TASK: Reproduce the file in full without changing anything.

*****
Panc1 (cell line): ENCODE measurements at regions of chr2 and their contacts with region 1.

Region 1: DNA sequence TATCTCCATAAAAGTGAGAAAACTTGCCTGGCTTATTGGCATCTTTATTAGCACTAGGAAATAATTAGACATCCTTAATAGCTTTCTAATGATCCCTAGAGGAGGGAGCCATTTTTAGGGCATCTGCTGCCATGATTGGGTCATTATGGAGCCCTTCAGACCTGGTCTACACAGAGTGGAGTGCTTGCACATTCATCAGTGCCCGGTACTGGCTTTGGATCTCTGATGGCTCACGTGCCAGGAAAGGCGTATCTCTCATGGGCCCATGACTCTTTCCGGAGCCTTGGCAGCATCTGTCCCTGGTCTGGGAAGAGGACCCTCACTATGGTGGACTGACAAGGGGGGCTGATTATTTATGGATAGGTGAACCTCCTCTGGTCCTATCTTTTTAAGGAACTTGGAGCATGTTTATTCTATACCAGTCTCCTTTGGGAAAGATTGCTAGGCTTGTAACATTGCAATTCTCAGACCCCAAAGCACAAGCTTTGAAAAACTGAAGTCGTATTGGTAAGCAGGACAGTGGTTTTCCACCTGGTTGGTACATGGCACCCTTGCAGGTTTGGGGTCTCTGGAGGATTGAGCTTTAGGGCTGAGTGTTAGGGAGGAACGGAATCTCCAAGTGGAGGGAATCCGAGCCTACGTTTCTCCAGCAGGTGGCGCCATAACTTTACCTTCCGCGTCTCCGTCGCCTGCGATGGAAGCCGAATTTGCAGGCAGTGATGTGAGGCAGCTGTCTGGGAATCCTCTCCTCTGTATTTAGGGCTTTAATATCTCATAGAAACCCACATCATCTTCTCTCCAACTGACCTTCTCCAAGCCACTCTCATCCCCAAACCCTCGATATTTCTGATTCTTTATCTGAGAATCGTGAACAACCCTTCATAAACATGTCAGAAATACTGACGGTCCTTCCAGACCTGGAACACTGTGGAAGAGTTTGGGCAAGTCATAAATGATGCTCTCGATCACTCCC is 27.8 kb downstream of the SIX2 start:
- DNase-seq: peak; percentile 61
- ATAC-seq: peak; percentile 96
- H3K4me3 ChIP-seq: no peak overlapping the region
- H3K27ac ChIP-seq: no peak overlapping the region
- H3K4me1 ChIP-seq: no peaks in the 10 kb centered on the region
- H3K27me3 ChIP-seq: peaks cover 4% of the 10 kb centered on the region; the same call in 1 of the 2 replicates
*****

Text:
Panc1 (cell line): ENCODE measurements at regions of chr2 and their contacts with region 1.

Region 1: DNA sequence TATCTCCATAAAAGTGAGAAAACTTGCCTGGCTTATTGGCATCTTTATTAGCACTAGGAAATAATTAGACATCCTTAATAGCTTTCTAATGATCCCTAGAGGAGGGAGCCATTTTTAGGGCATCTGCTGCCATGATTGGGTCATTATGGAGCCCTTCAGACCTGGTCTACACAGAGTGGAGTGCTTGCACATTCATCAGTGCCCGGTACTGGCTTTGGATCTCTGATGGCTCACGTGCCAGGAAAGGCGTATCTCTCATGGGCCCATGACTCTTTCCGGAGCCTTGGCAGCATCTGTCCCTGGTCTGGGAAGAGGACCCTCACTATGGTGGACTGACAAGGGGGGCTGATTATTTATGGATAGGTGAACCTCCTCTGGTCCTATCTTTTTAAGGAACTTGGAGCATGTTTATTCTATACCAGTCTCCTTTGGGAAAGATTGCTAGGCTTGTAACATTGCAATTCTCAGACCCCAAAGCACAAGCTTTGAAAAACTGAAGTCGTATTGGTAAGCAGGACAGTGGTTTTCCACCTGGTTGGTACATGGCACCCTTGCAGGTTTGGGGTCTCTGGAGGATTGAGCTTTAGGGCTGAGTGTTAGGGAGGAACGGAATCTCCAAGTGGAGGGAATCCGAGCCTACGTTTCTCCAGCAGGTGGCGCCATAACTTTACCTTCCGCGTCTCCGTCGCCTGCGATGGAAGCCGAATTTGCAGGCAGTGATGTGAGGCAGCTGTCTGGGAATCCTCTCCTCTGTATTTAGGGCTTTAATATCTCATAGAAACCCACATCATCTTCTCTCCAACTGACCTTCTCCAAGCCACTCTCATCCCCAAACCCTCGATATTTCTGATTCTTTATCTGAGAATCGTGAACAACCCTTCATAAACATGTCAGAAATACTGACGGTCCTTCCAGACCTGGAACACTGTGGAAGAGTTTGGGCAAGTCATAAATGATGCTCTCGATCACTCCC is 27.8 kb downstream of the SIX2 start:
- DNase-seq: peak; percentile 61
- ATAC-seq: peak; percentile 96
- H3K4me3 ChIP-seq: no peak overlapping the region
- H3K27ac ChIP-seq: no peak overlapping the region
- H3K4me1 ChIP-seq: no peaks in the 10 kb centered on the region
- H3K27me3 ChIP-seq: peaks cover 4% of the 10 kb centered on the region; the same call in 1 of the 2 replicates